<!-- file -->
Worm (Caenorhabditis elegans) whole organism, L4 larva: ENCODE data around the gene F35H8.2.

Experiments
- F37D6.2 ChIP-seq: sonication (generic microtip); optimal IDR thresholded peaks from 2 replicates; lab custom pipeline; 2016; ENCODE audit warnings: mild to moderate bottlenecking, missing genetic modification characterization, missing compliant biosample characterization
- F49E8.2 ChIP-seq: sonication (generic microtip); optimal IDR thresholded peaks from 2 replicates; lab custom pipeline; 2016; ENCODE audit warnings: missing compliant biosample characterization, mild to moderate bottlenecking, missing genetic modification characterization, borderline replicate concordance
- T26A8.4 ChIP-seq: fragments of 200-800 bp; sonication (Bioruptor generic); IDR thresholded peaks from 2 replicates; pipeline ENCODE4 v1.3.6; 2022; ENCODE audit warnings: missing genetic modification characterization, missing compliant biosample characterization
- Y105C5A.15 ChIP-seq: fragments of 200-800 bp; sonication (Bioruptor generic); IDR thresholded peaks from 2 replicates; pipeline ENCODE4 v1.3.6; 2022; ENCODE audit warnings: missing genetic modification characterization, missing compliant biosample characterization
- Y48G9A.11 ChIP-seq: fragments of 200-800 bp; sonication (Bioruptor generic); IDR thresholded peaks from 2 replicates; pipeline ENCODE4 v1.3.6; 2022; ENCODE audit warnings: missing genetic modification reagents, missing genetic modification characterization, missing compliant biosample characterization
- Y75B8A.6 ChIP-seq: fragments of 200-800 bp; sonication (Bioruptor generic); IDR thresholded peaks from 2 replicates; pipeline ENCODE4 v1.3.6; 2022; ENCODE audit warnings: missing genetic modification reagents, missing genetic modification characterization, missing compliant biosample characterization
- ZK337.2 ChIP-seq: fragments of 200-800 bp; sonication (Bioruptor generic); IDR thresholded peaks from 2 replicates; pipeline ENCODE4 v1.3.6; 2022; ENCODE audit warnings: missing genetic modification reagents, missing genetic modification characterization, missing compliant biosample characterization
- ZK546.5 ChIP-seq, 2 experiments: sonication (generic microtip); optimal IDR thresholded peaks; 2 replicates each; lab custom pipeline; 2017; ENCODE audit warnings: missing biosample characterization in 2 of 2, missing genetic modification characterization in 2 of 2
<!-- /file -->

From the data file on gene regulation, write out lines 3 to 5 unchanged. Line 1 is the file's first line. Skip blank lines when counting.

- F37D6.2 ChIP-seq: sonication (generic microtip); optimal IDR thresholded peaks from 2 replicates; lab custom pipeline; 2016; ENCODE audit warnings: mild to moderate bottlenecking, missing genetic modification characterization, missing compliant biosample characterization
- F49E8.2 ChIP-seq: sonication (generic microtip); optimal IDR thresholded peaks from 2 replicates; lab custom pipeline; 2016; ENCODE audit warnings: missing compliant biosample characterization, mild to moderate bottlenecking, missing genetic modification characterization, borderline replicate concordance
- T26A8.4 ChIP-seq: fragments of 200-800 bp; sonication (Bioruptor generic); IDR thresholded peaks from 2 replicates; pipeline ENCODE4 v1.3.6; 2022; ENCODE audit warnings: missing genetic modification characterization, missing compliant biosample characterization